- As many in U.S. favor sending ground troops as are opposed
- Prior to now, a majority of Americans opposed sending ground troops
- Support is up among Republicans and independents, not Democrats
PRINCETON, N.J. -- Since the Islamic State terrorist attacks in Paris and Beirut, Americans' reaction to sending U.S. ground troops to assist groups fighting Islamic militants has shifted from majority opposition to an even divide. Forty-seven percent of Americans now favor committing U.S. ground troops to Iraq and Syria for this purpose, while 46% are opposed. In early November, opponents surpassed supporters by 10 percentage points.
The latest survey was conducted a little over a week after the Islamic State group killed nearly 200 civilians in attacks in Paris and Beirut, and following reports that Islamic militants were responsible for bombing a Russian passenger jet over Egypt on Oct. 31, killing all 224 on board. In response to these acts of terrorism, Russia and France have intensified their airstrikes against Islamic State targets in Syria, and French President Francois Hollande is attempting to assemble a global coalition to defeat the militant group.
Domestically, President Barack Obama recently announced that while the U.S. fight against the Islamic State group will intensify, his position against committing U.S. ground troops hasn't changed. At the same time, several Republican presidential candidates, including Jeb Bush and Donald Trump, have advocated for significant troop deployment.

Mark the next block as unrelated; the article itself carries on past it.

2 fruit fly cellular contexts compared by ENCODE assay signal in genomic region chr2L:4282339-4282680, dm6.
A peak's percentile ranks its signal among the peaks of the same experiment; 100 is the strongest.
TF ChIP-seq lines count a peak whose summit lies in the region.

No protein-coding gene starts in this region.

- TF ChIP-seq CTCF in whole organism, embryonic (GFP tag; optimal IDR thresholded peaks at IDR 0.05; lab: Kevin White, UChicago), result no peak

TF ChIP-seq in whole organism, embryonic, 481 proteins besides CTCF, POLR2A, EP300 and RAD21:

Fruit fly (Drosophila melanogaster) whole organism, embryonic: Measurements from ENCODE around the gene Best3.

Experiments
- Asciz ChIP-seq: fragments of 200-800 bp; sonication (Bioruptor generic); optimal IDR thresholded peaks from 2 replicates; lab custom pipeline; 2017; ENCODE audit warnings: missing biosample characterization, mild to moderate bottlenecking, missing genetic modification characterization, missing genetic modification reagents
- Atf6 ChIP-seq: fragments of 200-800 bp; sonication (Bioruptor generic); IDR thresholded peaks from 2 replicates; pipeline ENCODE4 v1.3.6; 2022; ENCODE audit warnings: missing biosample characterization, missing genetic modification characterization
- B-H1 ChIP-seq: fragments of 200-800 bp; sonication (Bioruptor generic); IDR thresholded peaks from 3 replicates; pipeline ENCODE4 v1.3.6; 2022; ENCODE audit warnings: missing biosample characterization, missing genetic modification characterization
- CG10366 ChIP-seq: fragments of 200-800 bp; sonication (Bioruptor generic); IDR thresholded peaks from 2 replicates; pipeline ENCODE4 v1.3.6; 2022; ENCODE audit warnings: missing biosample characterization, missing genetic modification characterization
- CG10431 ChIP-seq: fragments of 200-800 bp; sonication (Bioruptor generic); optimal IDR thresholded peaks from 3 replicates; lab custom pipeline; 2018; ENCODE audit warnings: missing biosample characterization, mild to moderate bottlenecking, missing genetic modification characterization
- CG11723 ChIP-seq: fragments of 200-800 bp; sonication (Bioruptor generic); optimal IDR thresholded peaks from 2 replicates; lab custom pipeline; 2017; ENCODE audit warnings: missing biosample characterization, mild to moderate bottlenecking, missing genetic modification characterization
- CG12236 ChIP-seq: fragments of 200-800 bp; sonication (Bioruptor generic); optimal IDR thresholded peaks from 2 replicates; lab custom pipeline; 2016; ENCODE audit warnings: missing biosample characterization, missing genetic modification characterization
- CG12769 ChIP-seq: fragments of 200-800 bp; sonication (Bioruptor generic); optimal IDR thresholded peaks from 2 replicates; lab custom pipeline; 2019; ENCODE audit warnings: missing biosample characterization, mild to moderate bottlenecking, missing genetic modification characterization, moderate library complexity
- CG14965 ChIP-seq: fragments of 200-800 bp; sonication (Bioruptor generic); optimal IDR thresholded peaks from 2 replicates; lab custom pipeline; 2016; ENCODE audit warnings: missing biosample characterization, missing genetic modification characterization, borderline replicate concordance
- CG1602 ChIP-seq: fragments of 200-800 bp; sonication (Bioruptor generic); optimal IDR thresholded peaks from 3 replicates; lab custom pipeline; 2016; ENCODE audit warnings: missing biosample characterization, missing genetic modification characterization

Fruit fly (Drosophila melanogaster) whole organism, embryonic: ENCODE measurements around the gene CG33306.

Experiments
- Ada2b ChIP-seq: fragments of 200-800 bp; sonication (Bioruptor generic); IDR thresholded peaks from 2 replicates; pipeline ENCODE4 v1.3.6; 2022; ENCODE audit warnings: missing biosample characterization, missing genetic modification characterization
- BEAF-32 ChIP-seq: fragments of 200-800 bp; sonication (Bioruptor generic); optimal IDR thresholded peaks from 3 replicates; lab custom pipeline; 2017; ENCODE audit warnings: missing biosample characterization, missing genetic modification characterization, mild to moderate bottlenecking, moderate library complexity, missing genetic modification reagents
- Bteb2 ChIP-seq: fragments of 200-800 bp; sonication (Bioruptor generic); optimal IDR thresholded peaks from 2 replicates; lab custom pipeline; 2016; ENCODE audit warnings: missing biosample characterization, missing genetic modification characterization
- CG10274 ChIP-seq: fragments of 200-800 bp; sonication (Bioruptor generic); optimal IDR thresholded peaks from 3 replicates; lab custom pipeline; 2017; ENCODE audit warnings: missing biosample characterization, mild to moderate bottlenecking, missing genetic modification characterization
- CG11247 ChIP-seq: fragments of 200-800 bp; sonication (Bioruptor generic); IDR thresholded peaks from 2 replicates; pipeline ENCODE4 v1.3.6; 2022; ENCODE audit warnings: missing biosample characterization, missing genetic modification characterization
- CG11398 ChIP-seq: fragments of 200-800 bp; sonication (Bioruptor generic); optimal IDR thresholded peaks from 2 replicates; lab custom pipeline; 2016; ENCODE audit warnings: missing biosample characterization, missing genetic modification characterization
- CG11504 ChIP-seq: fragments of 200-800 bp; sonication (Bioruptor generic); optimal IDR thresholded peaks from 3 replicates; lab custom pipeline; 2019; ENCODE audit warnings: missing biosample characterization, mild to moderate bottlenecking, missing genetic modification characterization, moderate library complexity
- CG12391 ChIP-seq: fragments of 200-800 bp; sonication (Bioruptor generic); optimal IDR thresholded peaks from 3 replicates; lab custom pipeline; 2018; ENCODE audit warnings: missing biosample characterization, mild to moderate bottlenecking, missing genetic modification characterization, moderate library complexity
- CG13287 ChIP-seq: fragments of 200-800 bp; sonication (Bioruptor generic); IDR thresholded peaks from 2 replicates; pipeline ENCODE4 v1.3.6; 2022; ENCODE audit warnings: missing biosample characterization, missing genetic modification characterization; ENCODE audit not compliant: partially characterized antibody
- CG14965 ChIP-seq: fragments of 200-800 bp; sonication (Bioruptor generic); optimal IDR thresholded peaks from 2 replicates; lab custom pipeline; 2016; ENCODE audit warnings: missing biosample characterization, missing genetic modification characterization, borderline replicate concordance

In line with these divergent positions, Republicans' support for committing U.S. troops has increased by close to 10 percentage points since early November, to 65% -- while Democrats' support is unchanged at 37%. Independents' support is up slightly to 44%.
Even as Americans opposed sending U.S. ground troops to fight the Islamic State group in Iraq and Syria in 2014, Gallup polling from a year ago showed 60% broadly in favor of U.S. "military action" against the group. That figure was slightly higher than the percentage supporting U.S. military action against Libya in 2011, but below percentages supporting U.S. military action in Iraq in 2003 and in Afghanistan in 2001.
Although a majority of Americans have opposed sending ground troops to fight Islamic militants for the past year, as many are now in favor as are opposed, largely driven by an increase in support among Republicans. This follows several violent attacks that, experts say, mean the Islamic State group is no longer just a regional threat in the Middle East. While the United States' recent experience in Afghanistan and Iraq may be causing many to recoil from another U.S. military venture in the Middle East, that could change if future attacks hit closer to home.
These data are available in Gallup Analytics.
Results for this Gallup poll are based on telephone interviews conducted Nov. 22-23, 2015, on the Gallup U.S. Daily survey, with a random sample of 1,017 adults, aged 18 and older, living in all 50 U.S. states and the District of Columbia. For results based on the total sample of national adults, the margin of sampling error is ±4 percentage points at the 95% confidence level. All reported margins of sampling error include computed design effects for weighting.
Each sample of national adults includes a minimum quota of 60% cellphone respondents and 40% landline respondents, with additional minimum quotas by time zone within region. Landline and cellular telephone numbers are selected using random-digit-dial methods.
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